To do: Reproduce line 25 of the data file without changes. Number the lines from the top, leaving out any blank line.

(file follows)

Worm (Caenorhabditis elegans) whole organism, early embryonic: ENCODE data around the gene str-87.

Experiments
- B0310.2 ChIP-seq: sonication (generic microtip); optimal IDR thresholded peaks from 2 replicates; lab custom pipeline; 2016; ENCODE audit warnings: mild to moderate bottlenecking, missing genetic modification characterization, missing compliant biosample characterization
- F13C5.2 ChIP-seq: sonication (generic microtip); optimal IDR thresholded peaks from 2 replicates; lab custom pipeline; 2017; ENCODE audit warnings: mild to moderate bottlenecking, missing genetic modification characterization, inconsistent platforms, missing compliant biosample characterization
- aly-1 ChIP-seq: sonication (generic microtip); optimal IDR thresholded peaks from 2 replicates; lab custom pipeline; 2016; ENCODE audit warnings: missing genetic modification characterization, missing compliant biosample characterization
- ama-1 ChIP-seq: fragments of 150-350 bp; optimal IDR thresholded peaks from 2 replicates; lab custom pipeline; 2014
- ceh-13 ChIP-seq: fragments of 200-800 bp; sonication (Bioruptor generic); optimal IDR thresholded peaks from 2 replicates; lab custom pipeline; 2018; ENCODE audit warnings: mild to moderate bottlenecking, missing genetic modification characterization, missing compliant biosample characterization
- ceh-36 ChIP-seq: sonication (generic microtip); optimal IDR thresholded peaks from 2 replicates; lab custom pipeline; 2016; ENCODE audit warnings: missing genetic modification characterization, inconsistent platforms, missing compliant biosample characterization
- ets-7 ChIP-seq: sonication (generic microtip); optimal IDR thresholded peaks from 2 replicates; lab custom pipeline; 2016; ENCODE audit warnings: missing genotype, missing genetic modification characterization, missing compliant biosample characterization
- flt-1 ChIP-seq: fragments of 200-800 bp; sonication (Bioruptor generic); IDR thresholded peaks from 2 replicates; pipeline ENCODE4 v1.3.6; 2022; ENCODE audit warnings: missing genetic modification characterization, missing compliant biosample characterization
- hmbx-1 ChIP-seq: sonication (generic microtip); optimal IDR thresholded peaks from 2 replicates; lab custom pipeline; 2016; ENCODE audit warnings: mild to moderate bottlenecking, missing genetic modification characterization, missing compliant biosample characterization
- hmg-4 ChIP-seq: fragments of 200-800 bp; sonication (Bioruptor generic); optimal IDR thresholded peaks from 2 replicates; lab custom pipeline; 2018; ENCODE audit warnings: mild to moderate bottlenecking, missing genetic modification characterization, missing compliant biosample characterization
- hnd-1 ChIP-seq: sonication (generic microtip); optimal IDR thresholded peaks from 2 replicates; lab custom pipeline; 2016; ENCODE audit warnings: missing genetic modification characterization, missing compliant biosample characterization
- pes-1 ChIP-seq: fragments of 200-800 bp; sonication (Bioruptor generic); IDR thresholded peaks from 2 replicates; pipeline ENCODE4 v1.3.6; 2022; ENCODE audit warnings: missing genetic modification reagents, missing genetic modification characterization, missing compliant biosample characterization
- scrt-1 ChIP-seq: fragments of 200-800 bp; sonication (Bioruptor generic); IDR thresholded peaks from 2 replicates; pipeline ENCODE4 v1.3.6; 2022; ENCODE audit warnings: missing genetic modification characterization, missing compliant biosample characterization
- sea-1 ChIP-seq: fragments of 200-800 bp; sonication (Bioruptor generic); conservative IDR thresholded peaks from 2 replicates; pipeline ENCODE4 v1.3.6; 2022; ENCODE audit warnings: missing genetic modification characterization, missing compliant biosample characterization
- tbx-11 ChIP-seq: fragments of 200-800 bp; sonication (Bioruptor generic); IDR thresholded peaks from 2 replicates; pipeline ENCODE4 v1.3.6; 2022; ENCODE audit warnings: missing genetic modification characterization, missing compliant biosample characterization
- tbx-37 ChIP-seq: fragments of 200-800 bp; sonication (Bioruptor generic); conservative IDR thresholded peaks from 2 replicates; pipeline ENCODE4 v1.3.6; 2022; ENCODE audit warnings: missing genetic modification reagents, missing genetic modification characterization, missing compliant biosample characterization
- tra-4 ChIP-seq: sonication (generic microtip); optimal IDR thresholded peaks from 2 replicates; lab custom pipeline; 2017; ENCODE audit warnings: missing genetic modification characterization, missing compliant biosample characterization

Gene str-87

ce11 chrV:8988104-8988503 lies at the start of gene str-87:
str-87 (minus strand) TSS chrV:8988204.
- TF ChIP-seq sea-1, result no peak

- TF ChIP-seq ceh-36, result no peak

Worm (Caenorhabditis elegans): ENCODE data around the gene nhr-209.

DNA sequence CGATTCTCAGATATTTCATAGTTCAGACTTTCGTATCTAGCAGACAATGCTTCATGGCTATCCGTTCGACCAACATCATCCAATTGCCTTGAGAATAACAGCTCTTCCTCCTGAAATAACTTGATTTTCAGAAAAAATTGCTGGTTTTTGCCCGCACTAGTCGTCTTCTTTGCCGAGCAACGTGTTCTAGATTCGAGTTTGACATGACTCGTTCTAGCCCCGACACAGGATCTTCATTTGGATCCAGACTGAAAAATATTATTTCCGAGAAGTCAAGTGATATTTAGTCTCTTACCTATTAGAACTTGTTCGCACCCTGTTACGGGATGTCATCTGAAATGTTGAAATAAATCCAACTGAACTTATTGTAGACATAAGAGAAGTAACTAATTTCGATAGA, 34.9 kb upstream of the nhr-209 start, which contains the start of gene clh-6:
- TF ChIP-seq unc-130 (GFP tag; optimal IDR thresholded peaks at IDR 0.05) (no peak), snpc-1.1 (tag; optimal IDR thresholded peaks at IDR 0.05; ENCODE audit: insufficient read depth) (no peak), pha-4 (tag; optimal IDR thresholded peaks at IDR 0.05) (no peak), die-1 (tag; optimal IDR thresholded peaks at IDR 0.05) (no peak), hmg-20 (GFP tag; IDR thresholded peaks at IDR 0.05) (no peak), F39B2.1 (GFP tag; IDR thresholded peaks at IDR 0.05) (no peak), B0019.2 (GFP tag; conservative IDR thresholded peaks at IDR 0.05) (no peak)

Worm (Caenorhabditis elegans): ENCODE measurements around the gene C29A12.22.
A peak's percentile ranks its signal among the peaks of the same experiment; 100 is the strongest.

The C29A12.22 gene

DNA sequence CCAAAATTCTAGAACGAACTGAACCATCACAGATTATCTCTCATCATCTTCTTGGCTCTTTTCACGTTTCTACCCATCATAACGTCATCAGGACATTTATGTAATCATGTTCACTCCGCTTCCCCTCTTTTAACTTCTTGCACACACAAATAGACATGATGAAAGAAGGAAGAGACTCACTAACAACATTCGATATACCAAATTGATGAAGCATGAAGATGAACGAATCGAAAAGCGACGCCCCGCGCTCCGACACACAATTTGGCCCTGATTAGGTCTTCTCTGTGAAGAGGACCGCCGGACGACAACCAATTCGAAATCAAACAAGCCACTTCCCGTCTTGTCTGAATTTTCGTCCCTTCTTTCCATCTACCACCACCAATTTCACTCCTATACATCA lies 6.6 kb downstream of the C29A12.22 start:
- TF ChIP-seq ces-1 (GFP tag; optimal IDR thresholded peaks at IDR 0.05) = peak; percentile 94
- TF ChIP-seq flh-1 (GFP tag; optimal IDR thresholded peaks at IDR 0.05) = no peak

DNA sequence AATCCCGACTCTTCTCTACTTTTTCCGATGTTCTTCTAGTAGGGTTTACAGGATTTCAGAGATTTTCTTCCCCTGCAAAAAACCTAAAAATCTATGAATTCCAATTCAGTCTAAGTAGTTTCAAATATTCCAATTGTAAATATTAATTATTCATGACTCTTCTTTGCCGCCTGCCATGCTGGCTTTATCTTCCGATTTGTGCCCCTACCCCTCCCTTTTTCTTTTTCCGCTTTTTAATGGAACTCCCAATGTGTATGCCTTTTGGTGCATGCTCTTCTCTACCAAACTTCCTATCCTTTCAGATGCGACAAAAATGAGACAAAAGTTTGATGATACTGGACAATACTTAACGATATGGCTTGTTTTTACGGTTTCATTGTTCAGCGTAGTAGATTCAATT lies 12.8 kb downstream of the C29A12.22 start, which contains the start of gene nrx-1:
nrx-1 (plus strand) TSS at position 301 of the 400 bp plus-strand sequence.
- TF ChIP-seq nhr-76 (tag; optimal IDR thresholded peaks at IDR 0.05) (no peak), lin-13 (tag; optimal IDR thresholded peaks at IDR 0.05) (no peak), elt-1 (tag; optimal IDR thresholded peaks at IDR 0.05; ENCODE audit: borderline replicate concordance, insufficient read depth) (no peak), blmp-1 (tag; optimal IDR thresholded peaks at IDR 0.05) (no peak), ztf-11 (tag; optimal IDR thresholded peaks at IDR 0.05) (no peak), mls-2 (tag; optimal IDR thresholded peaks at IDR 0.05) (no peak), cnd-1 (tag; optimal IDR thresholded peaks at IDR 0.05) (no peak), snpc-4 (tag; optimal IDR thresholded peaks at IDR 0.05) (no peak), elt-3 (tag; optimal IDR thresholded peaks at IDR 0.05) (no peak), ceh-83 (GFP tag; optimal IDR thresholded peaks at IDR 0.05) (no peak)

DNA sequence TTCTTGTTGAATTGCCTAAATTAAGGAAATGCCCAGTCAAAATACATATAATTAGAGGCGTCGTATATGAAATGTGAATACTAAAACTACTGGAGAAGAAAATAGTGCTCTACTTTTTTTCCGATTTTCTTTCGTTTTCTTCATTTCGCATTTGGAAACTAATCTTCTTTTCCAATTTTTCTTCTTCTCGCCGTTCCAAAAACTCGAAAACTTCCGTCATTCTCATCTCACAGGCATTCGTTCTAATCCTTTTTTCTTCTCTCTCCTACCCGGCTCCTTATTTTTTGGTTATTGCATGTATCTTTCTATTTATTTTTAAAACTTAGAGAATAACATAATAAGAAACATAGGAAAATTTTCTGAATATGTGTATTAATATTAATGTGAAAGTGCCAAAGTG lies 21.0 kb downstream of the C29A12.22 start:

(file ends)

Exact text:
Worm (Caenorhabditis elegans): ENCODE data around the gene nhr-209.